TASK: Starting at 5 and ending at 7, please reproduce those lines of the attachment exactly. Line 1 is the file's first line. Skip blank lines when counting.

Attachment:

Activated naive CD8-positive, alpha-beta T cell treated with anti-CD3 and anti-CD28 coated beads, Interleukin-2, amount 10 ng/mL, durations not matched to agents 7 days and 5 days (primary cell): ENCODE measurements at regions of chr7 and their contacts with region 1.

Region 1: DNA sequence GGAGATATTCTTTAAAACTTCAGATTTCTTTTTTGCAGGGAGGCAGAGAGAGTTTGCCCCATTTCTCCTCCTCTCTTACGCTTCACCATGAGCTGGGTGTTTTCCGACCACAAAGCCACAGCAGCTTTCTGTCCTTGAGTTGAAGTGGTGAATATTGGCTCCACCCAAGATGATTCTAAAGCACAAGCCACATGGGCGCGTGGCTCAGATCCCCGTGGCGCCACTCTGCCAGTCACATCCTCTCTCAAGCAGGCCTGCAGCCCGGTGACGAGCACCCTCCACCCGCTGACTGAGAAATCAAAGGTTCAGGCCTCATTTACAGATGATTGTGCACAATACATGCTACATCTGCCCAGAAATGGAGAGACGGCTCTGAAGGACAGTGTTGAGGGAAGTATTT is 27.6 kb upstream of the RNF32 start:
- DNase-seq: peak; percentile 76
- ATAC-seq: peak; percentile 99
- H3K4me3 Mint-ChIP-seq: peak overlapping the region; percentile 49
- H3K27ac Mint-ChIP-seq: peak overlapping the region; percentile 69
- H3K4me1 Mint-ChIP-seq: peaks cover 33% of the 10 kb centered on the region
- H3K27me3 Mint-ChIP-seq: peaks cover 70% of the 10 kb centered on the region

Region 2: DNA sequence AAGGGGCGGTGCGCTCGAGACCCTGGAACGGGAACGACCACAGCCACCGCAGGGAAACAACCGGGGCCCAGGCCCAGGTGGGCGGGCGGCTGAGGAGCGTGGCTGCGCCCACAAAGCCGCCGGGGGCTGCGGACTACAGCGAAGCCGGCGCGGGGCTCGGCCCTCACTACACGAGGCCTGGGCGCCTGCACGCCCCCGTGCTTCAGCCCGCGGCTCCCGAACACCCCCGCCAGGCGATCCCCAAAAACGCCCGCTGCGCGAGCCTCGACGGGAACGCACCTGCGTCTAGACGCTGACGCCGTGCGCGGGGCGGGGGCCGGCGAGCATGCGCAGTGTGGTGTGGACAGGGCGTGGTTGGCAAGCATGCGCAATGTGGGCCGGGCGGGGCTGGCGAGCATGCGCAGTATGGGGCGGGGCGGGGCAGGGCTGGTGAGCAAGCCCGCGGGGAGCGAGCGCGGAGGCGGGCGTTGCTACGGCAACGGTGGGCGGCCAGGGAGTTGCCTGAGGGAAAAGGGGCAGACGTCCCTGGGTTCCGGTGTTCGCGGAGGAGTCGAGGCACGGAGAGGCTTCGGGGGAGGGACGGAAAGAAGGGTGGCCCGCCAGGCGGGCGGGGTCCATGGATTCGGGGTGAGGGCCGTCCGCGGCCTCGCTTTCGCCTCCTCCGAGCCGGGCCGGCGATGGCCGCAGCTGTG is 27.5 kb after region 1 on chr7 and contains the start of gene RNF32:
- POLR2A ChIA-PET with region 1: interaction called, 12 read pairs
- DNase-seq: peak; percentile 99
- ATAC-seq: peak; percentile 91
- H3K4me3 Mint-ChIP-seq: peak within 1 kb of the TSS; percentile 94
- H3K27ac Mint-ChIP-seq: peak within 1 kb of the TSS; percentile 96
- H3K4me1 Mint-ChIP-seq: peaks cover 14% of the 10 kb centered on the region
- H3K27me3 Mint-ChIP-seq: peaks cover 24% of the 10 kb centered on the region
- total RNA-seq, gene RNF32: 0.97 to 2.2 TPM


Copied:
- H3K4me3 Mint-ChIP-seq: peak overlapping the region; percentile 49
- H3K27ac Mint-ChIP-seq: peak overlapping the region; percentile 69
- H3K4me1 Mint-ChIP-seq: peaks cover 33% of the 10 kb centered on the region